January 15 2013

Real War on Women: Child Marriages

Emily Wismer

 

While sex slavery has gained national attention for its heinousness, a less-well known crime steals lives, the most basic forms of liberty and autonomy, and leaves abuse and rape in it's wake. It should be considered statutory rape and is eerily similar to human trafficking, yet it receives little public attention.

Child “marriage” may be widely considered a thing of the past. But it is practiced across the globe. In fact, in the developing world, one in three women 20-24 were forced into marriage as children. According to the AHA Foundation, in the United States, “as many as 3,000 known or suspected cases of forced marriage within immigrant communities in the United States in the two years preceding the survey.”

Worldwide, an estimated 51 million girls under the age of 18 are currently married, and in Afghanistan 57 percent of girls wed before they reach the age of 16.

Though many factors contribute to child marriages, poor economic conditions which often leads parents to give away their daughters at a young age in marriage. Girls living in low-income households are twice as likely to marry before their 18th birthday. Parents may give a child away to settle a debt, and many husbands are decades older than the child.

The picture above shows eight year-old Roshan on the day she was engaged to 55-year-old Said in Afghanistan.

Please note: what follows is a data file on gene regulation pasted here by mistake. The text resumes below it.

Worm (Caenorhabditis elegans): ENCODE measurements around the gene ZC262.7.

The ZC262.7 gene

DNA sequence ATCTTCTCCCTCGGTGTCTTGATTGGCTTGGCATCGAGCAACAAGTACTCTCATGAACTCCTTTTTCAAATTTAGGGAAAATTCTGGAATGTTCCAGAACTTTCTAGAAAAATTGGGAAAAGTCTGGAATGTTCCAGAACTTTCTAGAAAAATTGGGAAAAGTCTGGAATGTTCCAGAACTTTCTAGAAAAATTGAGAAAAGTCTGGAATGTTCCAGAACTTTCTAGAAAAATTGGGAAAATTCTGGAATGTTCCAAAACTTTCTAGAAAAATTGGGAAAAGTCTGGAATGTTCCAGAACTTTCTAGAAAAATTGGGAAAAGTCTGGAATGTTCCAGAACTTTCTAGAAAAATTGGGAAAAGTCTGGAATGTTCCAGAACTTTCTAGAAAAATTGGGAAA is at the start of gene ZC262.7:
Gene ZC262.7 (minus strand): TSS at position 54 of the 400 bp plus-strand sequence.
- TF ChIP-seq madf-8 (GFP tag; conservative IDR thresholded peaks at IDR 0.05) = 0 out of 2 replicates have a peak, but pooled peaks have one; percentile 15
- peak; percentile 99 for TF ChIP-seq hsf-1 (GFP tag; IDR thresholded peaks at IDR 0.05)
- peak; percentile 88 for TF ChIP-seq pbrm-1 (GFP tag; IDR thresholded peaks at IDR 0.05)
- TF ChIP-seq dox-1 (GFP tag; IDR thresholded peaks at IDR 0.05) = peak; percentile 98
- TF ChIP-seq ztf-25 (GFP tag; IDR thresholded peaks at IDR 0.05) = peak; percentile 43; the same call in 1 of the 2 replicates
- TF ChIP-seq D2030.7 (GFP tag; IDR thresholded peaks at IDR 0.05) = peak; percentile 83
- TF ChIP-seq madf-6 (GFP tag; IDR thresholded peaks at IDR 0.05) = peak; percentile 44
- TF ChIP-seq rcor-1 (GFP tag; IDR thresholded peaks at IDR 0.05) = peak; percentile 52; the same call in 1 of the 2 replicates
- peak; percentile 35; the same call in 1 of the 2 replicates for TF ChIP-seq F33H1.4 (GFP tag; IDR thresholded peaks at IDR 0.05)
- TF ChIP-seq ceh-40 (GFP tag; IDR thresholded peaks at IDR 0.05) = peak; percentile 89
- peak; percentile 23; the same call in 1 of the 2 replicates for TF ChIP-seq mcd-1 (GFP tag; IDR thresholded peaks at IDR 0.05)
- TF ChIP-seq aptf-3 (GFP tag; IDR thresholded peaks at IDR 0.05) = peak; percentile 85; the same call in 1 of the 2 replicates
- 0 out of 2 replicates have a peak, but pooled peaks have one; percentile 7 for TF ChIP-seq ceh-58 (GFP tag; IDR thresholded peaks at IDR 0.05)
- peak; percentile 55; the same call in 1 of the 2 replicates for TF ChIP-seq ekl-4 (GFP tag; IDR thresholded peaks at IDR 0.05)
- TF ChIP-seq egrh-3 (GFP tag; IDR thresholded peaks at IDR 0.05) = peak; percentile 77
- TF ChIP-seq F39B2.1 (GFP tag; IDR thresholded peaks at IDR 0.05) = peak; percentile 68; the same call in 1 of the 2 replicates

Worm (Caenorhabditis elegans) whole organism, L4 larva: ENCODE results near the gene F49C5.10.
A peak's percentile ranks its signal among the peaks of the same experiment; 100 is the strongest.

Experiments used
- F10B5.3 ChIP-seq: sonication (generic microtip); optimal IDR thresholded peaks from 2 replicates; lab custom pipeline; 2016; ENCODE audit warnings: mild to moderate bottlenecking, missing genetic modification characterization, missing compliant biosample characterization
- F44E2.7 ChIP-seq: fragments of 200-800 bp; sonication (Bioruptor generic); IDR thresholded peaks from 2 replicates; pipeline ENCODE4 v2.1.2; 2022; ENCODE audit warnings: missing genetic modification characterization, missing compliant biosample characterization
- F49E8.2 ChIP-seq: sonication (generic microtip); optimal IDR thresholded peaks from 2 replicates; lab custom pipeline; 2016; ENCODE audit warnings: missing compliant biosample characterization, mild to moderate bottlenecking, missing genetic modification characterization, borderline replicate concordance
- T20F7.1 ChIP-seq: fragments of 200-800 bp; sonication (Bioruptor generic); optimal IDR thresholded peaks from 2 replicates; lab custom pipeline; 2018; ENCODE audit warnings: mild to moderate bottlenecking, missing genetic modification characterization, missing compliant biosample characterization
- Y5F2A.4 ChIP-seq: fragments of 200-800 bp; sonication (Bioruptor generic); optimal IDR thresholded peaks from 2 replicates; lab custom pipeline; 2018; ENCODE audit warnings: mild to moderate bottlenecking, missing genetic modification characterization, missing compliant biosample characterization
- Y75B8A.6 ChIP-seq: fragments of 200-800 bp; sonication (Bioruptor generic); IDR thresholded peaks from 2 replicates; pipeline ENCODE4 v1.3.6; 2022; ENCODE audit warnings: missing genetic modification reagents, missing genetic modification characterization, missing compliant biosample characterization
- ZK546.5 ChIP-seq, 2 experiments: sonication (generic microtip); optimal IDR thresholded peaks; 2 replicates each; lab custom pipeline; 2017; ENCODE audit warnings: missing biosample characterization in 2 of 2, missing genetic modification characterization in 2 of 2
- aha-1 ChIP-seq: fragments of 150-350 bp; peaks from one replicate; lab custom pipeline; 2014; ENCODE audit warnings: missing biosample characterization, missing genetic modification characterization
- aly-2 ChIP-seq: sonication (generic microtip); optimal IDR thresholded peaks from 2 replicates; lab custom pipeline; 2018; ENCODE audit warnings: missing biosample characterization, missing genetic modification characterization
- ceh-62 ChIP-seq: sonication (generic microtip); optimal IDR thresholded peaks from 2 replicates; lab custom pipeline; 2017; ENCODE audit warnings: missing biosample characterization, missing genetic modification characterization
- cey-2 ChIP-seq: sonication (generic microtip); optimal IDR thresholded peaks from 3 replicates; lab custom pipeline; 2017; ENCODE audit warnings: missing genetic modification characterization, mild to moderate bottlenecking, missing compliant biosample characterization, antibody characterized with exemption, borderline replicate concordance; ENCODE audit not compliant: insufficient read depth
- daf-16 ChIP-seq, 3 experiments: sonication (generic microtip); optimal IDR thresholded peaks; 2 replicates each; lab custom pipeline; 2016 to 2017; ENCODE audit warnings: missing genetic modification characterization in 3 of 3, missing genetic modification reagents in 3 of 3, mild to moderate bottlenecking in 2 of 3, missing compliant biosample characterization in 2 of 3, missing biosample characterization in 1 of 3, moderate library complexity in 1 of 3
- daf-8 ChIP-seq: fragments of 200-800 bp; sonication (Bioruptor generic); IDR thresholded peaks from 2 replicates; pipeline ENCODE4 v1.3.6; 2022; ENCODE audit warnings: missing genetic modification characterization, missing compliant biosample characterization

Girls married as children are not given the chance to pursue an education or make their own life choices. Evidence suggests child brides are more likely than other brides to experience domestic violence. Some are forced to have sex before they reach puberty, while many are kidnapped and raped by the man before they are wed.

Snejana Farberov with the Daily Mail reports that such premature sex, and thus pregnancy, has significant health effects on the children:

Adolescent wives are more likely to have obstructed labor because their bodies have not fully developed yet. Statistics show that pregnancy death for child brides is double that of women in the 20s, according to the Pulitzer Center on Crisis Reporting.

One doctor based in the Yemeni capital Sanaa listed some of the medical consequences of forcing girls into sex and childbirth before they are physically mature - ripped vaginal walls and internal ruptures called fistulas which can lead to life-long incontinence.

Girls are often too young to understand the concept of reproduction. The doctor said: 'The nurses start by asking, "Do you know what's happening?" "Do you understand that this is a baby that has been growing inside of you?"'

According to Unicef, pregnancy and childbirth results in 70,000 deaths per year in girls 15-19 worldwide, and chances of dying at birth are 60 percent higher for children born to a mother under 16 years of age.

Though illegal, child marriages are practiced in the United States and go unnoticed by law enforcement. In other parts of the world, culture promotes and law enforcement ignores child marriage. Law enforcement at home and abroad must step up and protect children who are vulnerable to become victims of child marriages. Furthermore, cultural education by groups fighting child marriage can have a great impact on shifting perceptions on both women and childhood marriage.

Every girl should have the opportunity have a girlhood, but child marriage takes this from her.

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